Archives

Astrobiology (general): June 2010


Workshop Dates: October 11-13, 2010

NAI, together with the Agouron Institute and the Canadian Institute for Advanced Research, are again sponsoring a field workshop of the Early Earth Focus Group following upon the very successful BAR (Biosignatures in Ancient Rocks) workshop of 2007. The topic of this workshop is Anoxygenic Phototrophic Ecosystems (APE): Ancient and Modern. This workshop will bring together approximately 40 microbial ecologists, astro- and geobiologists; including ~10 senior scientists who have made significant contributions to our understanding of modern and ancient anaerobic ecosystems and of the chemistry of ancient oceans, ~15 early career researchers (assistant professors and postdocs) who have been actively conducting forefront research, and ~15 future leaders (current graduate students) in this field. The workshop is scheduled for Oct. 11-13 in Fayetteville, New York, at the scenic and biogeochemically stratified Green Lake. Travel awards are available. Please contact Linda Altamura (Penn State Astrobiology Research Center: lxg2@psu.edu) for further information.

For more information about the Early Earth Focus Group, visit: http://astrobiology.nasa.gov/nai/focus-groups/current/early-earth/intro/ [Source: NAI Newsletter]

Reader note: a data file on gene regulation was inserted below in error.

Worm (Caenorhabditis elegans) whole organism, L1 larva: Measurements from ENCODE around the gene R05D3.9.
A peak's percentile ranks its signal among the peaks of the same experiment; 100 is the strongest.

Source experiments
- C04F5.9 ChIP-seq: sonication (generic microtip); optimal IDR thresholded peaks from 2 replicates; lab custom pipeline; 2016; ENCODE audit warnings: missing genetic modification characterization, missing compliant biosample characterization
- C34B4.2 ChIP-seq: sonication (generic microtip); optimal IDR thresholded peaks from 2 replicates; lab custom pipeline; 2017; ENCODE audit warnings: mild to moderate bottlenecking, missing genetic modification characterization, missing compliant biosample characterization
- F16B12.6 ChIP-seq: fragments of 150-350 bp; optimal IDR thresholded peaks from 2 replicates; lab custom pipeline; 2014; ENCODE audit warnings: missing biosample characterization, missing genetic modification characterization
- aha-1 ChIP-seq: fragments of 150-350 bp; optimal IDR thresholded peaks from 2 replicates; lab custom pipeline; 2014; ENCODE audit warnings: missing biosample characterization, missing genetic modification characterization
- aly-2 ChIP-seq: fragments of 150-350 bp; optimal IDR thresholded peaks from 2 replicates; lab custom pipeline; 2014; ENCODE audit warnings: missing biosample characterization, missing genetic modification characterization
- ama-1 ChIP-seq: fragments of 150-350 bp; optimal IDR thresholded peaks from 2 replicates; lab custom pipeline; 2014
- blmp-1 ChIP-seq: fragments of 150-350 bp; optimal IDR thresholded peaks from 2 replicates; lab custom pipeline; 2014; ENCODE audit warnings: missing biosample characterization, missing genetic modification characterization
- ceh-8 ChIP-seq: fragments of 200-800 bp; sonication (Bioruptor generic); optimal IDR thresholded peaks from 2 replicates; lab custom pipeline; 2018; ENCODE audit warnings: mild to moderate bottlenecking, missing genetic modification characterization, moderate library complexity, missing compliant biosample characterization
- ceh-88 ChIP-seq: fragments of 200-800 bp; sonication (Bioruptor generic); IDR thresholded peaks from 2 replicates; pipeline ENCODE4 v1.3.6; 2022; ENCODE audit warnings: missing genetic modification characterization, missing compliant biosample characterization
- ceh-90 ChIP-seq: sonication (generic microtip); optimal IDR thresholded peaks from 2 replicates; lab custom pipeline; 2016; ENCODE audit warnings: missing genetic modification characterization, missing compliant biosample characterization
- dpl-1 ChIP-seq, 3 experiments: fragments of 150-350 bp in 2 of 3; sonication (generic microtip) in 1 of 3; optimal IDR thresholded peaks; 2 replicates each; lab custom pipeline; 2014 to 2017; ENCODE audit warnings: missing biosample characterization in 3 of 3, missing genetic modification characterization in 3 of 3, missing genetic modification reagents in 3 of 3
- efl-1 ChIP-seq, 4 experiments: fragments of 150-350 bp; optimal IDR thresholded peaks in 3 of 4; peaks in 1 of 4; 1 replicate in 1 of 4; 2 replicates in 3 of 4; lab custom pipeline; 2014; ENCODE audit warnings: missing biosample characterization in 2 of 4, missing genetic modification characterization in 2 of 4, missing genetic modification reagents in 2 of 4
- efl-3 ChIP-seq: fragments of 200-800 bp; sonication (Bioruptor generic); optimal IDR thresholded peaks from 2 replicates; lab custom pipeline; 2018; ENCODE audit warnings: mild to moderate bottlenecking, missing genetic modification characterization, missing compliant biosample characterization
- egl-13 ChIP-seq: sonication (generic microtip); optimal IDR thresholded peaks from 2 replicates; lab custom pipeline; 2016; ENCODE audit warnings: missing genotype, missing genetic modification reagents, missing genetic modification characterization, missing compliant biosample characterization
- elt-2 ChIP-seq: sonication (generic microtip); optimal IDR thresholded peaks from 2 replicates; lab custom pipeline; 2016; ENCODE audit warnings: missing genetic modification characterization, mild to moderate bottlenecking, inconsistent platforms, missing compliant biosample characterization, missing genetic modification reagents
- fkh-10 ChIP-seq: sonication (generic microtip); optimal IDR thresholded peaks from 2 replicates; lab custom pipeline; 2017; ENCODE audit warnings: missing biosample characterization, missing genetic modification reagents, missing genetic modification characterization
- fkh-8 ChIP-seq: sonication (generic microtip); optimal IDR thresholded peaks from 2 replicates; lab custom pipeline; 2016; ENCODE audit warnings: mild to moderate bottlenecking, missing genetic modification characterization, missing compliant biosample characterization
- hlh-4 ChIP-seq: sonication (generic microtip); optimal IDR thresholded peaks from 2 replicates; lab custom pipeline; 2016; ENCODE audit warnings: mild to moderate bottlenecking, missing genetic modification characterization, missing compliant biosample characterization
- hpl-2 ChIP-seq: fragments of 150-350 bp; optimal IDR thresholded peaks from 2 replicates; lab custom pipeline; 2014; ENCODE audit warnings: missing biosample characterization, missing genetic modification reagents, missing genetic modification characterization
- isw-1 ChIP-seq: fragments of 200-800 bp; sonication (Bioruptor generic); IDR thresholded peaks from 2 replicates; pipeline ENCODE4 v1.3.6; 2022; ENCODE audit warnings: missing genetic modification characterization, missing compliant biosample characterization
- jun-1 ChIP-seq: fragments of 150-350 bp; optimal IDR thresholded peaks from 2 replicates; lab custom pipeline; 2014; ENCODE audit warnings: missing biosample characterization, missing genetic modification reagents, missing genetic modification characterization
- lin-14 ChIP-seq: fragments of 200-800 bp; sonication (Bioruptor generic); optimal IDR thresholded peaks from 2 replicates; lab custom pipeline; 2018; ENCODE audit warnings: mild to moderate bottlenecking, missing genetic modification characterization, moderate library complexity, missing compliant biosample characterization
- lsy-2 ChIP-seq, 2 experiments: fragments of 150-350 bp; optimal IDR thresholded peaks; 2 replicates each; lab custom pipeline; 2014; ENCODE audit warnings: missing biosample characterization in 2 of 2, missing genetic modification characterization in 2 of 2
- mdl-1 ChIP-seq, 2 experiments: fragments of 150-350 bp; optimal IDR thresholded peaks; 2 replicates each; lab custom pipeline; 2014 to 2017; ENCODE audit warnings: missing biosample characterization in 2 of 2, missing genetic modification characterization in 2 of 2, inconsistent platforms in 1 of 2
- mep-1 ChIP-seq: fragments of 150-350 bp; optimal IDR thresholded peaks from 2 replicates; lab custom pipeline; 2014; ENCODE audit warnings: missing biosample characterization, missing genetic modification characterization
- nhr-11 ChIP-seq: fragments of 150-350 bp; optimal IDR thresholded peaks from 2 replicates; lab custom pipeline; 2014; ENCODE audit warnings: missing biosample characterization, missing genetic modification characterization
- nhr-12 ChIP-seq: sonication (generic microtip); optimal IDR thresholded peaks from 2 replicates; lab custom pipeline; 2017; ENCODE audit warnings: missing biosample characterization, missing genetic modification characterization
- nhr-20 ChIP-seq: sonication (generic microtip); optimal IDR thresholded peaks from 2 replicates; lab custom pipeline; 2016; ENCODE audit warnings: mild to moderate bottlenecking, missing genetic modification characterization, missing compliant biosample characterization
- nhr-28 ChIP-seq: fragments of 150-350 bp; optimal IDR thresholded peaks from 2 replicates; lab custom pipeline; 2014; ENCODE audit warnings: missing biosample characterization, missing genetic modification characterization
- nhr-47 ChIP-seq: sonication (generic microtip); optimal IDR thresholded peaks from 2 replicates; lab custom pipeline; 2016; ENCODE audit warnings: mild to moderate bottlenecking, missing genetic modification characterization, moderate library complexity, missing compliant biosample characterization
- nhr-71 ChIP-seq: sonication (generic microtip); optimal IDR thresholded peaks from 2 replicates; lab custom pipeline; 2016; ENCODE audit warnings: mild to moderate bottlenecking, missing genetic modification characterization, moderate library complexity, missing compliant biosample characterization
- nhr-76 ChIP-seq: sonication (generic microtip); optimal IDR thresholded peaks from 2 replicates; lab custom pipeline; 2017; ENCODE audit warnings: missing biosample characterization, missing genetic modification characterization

David Morrison has joined the SETI Institute staff as the Director of the Carl Sagan Center for the Study of Life in the Universe. Appropriately, Carl Sagan's first doctoral student, Dr. Morrison is now in a unique position to revisit his original roots and succeed legendary SETI pioneer and mentor Frank Drake, who is retiring and now joins the SETI Institute Board of Directors.

Dr. Morrison is a leading space scientist and science manager. In addition to his new job at the SETI Institute, he retains (part time) his previous position at NASA Ames Research Center, where he is Director of the NASA Lunar Science Institute and Senior Scientist for Astrobiology. Previously, Morrison served as Director of Space at NASA Ames, and before that as Professor and Vice-Chancellor for Research at the University of Hawaii. Dr. Morrison is internationally known for his research on small bodies in the solar system, and he has published more than 155 technical papers and a dozen books, including five university-level textbooks. [Source: NAI Newsletter]